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Three Things - She doesn't know what I do...
...but she knows who I am.
aimeesworld
aimeesworld
Three Things
ONE

Anne is a filthy enabler and bought me the entire first season of Vampire Diaries for Christmas.

I love that even in the first episode, Elena is the sort of girl who will barge into the boys' bathroom to confront her brother for being a dickhead.

TWO

Contemplating whether I can plan my entire year ten course around the theme of 'mythology', starting inwards and working out.
Anyone have any good poetry?

THREE

High Country Weather

Alone we are born
And die alone,
But see the red-gold cirrus
Over snow mountain shine.

Along the Upland Road
Ride easy, stranger;
Surrender to the sky
Your heart of anger.
- James K. Baxter

I love the loneliness of this poem and the beautiful visual it creates.

Tags: , ,
Current Mood: amused amused
Current Music: watching Vampire Diaries

13 comments or Leave a comment
Comments
musicforwolves From: musicforwolves Date: December 30th, 2010 05:23 am (UTC) (Link)
Wallace Stevens - 'The World as Meditation' might be useful.
On the more definite side, with a dash of art history, William Carlos Williams - 'Landscape with the Fall of Icarus'.
Yeats has 'Leda and the Swan', and Keats 'Hymn to Apollo'.

If I really wanted to get 14-year-olds interested in poetry, though, I'd pick something a bit dark, a bit grisly - something by Neil Gaiman. "The White Road' is quite good, but maybe a bit too explicit for a class, so I'd introduce them to the world with his poem 'Instructions'. In particular, close attention to:

'The ferryman will take you.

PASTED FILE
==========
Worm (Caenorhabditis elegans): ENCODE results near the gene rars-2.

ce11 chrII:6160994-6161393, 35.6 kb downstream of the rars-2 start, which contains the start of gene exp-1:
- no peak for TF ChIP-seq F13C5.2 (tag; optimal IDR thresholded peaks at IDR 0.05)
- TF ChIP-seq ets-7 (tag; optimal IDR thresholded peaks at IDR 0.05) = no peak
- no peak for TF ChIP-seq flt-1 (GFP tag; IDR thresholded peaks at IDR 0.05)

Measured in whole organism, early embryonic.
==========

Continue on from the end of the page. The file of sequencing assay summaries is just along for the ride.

(The answer to his question is this:
If he hands the oar to his passenger, he will be free to leave the boat.
Only tell him this from a safe distance.)'
labellementeuse From: labellementeuse Date: December 30th, 2010 09:41 pm (UTC) (Link)
On the more definite side, with a dash of art history, William Carlos Williams - 'Landscape with the Fall of Icarus'.

And to go with it the WH Auden version of the same painting, Musee des Beaux Arts:

Musee des Beaux Arts

About suffering they were never wrong,
The old Masters: how well they understood
Its human position: how it takes place
While someone else is eating or opening a window or just walking dully along;
How, when the aged are reverently, passionately waiting
For the miraculous birth, there always must be
Children who did not specially want it to happen, skating
On a pond at the edge of the wood:
They never forgot
That even the dreadful martyrdom must run its course
Anyhow in a corner, some untidy spot
Where the dogs go on with their doggy life and the torturer's horse
Scratches its innocent behind on a tree.

In Breughel's Icarus, for instance: how everything turns away
Quite leisurely from the disaster; the ploughman may
Have heard the splash, the forsaken cry,
But for him it was not an important failure; the sun shone
As it had to on the white legs disappearing into the green
Water, and the expensive delicate ship that must have seen
Something amazing, a boy falling out of the sky,
Had somewhere to get to and sailed calmly on.

-- WH Auden

On the topic of mythology and Gaiman, "The Day the Saucers Came" is quite good for modern myth (as opposed to classical). There's also, for that NZ thing, Glenn Colquhoun's book How We Fell, which is packed with various references. There's one I like particularly with some biblical references. If you're willing to go for the Bible as a mythology, there would be a hell of a lot. (There's the Māori Jesus poem by Baxter, for example.)

Just for the record, I would have loved an English curriculum based around mythology.
musicforwolves From: musicforwolves Date: December 30th, 2010 10:23 pm (UTC) (Link)
Oh, I should've thought of Colquhoun. I guess you're referring to 'That place inside me where she was'?
labellementeuse From: labellementeuse Date: December 31st, 2010 12:41 am (UTC) (Link)
Actually no, it was another one, but I haven't got it on me - I'll hunt it up and post it tonight.

Aimee, random thoughts on fiction: Orfe by Cynthia Voigt (Orpheus and Eurydice) and Psyche in a Dress by Francesca Lia Block (Cupid & Psyche, obvs.) I assume you already have books in mind but, IDK, extra reading list? I read Orfe when I was around 14.